It's feminists who are shedding light on how women are oppressed and grappling with how to challenge various manifestations of oppression, from violence against women including sexual assault to eating disorders to how families, workplaces, schools and other institutions pressure women to conduct themselves in particular ways to sexism in contemporary science and many more. Not all feminists equally, of course. Feminist politics range from revolutionary socialist-feminism all the way to pro-imperialist liberalism, and there are lively debates within feminism.

But it's feminists who are on the cutting edge of whatever progress is being made in understanding and fighting patriarchy. Socialists should be part of that action. Socialists need to learn from the best feminisms (both socialist-feminism and others) to deepen our understanding of oppression and how to fight for liberation. The "socialist, not feminist" approach is a barrier to doing this.

"Socialist, not feminist" politics downplay the reality that patriarchy has its own dynamics. These aren't separate from capitalism and class, but they can't be reduced to them either. Marx's theory of capitalism has been developed by Marxist-feminism to explain why specific features of the system perpetuate gender oppression.This is extremely important. However, it doesn't fully explain patriarchy. To do that we also need to draw on -- and develop -- feminist theory in a historical and materialist way.

Socialist opposition to combining mixed-gender and autonomous women's organizing is a mistake. Far from detracting from united working-class struggles, women-only organizing can be an effective tactic for making them possible. In patriarchal societies, mixed-gender organizing is never a level playing field for women. Organizing independently can help women to identify and tackle sexism in mixed-gender activism and make mixed-gender organizing more anti-sexist. It can be a way for women to take initiatives without having to wait for men to catch up with them. And there's no reason that it inevitably sacrifices the interests of working-class women to those of middle-class or ruling-class women.

Another problem with the "socialist, not feminist" approach is that it tends to promote a culture among socialists in which sexism isn't challenged as vigorously as it needs to be. To the extent that it insulates socialists from feminism, it makes it easier for socialist men to avoid dealing with tough questions about our own behaviour. Insulation from feminism can also make it harder for socialist women to challenge sexism among socialists.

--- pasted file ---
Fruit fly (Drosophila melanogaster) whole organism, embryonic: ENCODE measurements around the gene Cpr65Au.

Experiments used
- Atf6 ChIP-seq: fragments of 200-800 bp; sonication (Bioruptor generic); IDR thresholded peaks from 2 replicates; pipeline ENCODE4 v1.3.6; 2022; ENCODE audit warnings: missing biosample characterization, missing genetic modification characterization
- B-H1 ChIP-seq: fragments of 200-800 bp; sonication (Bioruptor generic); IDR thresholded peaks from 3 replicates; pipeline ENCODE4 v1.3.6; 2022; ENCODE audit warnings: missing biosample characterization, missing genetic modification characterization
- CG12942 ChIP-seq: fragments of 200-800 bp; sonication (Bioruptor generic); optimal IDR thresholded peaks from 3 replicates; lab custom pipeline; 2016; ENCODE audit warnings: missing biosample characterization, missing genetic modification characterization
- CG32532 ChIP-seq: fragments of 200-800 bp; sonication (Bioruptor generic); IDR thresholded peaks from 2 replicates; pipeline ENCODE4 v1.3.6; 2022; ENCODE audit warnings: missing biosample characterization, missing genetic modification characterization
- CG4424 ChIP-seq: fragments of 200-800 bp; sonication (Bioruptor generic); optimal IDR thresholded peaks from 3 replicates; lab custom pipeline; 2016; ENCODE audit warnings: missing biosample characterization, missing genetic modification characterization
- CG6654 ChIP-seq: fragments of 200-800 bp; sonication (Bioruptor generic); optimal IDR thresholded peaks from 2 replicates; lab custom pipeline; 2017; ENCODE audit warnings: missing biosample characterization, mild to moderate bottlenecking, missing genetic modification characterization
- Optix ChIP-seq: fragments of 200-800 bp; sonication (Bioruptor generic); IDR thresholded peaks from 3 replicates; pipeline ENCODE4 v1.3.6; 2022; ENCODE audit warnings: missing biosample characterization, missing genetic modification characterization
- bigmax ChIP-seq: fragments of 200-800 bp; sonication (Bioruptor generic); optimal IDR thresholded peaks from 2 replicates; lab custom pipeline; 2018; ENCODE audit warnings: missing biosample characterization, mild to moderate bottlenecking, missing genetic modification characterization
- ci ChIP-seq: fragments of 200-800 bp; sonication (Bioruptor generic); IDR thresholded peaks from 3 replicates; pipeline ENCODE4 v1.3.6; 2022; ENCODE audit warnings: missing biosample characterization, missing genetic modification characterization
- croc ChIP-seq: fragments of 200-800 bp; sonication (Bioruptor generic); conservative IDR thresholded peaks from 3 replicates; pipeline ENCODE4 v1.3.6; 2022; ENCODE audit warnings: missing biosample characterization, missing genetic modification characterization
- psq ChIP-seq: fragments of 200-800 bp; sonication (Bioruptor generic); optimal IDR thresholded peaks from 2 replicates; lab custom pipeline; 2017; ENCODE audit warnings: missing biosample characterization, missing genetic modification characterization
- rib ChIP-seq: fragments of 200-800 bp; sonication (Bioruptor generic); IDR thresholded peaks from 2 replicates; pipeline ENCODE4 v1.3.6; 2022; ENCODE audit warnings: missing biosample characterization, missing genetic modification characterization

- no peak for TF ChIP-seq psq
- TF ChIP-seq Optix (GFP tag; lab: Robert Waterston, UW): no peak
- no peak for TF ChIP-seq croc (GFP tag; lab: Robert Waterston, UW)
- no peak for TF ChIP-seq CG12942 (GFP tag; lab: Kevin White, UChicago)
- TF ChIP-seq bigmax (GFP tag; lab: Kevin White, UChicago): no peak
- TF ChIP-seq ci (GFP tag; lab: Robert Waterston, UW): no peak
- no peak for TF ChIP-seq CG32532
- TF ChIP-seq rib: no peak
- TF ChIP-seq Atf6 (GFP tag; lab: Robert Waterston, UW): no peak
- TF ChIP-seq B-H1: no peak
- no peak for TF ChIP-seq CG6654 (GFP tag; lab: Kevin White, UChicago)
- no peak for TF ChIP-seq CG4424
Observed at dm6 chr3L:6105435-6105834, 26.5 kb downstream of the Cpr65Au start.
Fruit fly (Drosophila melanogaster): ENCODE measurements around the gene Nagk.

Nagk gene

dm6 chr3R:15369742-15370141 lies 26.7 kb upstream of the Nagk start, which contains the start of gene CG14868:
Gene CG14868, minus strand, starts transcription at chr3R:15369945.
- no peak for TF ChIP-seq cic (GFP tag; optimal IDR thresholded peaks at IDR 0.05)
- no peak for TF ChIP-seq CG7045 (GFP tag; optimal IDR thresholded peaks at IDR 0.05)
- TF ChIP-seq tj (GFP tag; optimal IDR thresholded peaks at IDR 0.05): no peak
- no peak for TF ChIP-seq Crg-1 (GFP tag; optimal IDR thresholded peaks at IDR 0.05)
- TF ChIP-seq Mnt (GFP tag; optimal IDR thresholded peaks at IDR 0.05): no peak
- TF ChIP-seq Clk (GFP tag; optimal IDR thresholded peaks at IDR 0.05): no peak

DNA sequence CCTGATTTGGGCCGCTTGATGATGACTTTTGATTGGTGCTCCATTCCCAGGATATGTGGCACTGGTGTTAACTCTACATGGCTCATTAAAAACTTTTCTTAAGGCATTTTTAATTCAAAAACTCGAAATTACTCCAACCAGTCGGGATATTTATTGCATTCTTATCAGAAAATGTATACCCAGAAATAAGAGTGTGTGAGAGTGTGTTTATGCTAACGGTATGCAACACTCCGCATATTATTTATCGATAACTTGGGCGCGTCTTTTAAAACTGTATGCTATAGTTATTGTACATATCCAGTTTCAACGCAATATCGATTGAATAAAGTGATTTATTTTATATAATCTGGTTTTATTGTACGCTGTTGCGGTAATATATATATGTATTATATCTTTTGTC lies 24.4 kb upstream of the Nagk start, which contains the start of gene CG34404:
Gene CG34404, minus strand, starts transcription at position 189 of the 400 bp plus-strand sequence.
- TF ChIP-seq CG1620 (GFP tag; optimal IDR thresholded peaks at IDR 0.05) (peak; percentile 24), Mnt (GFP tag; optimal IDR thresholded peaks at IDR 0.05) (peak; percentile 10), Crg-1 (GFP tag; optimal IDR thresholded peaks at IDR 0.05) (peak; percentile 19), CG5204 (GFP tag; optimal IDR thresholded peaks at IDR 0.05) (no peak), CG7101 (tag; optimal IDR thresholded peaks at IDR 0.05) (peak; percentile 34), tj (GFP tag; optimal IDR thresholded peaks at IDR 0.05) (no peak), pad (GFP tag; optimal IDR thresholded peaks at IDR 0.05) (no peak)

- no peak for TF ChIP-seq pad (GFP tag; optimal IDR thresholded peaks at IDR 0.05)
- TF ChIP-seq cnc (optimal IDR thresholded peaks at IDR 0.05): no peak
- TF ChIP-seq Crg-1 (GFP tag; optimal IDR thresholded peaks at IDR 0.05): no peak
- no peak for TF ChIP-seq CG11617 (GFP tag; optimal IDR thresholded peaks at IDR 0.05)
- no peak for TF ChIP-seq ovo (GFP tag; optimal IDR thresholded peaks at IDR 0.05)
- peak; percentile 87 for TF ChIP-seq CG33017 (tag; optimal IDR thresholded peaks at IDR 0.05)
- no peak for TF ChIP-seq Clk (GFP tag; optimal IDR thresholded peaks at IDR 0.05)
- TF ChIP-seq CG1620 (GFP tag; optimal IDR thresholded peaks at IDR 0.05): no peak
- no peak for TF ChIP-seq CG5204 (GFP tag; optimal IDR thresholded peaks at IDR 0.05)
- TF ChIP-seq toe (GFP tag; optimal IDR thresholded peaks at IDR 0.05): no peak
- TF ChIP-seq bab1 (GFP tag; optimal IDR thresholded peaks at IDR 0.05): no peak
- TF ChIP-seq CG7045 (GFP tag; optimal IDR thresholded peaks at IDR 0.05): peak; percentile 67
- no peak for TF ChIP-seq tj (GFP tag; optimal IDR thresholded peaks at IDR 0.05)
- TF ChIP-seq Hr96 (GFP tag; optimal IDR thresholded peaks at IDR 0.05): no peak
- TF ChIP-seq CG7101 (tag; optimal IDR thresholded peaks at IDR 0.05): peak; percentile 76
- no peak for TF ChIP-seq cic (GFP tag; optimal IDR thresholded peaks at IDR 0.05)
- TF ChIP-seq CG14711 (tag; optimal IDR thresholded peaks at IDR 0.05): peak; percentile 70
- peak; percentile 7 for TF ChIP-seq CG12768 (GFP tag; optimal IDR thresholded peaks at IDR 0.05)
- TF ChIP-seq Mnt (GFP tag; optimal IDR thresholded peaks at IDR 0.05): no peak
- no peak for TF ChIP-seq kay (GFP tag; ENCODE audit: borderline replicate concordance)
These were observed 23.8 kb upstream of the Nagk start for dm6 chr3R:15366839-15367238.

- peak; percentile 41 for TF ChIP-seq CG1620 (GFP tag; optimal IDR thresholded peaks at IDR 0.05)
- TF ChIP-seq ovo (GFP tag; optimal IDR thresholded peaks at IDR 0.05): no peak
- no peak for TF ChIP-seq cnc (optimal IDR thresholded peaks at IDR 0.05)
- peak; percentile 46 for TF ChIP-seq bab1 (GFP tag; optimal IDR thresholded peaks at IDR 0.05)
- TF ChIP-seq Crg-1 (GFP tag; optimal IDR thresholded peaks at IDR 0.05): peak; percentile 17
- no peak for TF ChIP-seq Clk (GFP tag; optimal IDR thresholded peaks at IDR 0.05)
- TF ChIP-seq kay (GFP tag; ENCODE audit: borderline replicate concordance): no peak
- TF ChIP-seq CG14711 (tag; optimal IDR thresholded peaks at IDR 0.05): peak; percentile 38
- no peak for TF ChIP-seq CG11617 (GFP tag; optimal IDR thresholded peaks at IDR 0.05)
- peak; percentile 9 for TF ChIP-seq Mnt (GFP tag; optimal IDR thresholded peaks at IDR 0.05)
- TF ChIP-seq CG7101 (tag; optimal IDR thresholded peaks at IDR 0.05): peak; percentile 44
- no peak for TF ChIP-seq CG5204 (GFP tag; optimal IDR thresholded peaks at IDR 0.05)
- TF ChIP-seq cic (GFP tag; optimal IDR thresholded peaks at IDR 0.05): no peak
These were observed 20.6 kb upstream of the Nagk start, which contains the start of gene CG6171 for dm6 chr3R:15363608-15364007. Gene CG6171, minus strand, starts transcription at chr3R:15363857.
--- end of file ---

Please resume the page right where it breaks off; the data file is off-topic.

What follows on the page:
Socialists worthy of the name are committed to universal human emancipation. But there's a big difference between proclaiming a commitment and making it real. To make our politics more truly what we say we want them to be, socialists need feminism. We should be feminist socialists, and proud of it.

David Camfield is one of the editors of New Socialist Webzine.

 


Why the BC Missing Women's Commission of Inquiry Fails

By Harsha Walia

The very same grassroots community of women who have been advocating for a public inquiry into the deaths and disappearances of women in the Downtown Eastside for over two decades are now denouncing the BC Missing Women's Commission of Inquiry as an insult to the women of this Vancouver community.


Beyond the Double Standard: Towards a Real Liberation Politics

By Cinzia Arruzza

A few months ago on the New York subway I saw the most incredible poster, a picture of a crying baby of colour with the words, "Got a good job? I cost thousands of dollars each year". While I was still recovering from the shock, I saw a similar poster of a little Black girl: "Honestly Mom… chances are he won't stay with you. What happens to me?"


Caught in the Whirlwind: US Working-Class Families Face the Economic Crisis

By Johanna Brenner

The Great Recession has no doubt punctured US celebration of the unregulated market, generated anger at wealth disparities and shock at the loss of the American Dream. Yet three decades of conservative dominance and political drift to the right have taken their toll.


Indigenous Feminism Without Apology

By Andrea Smith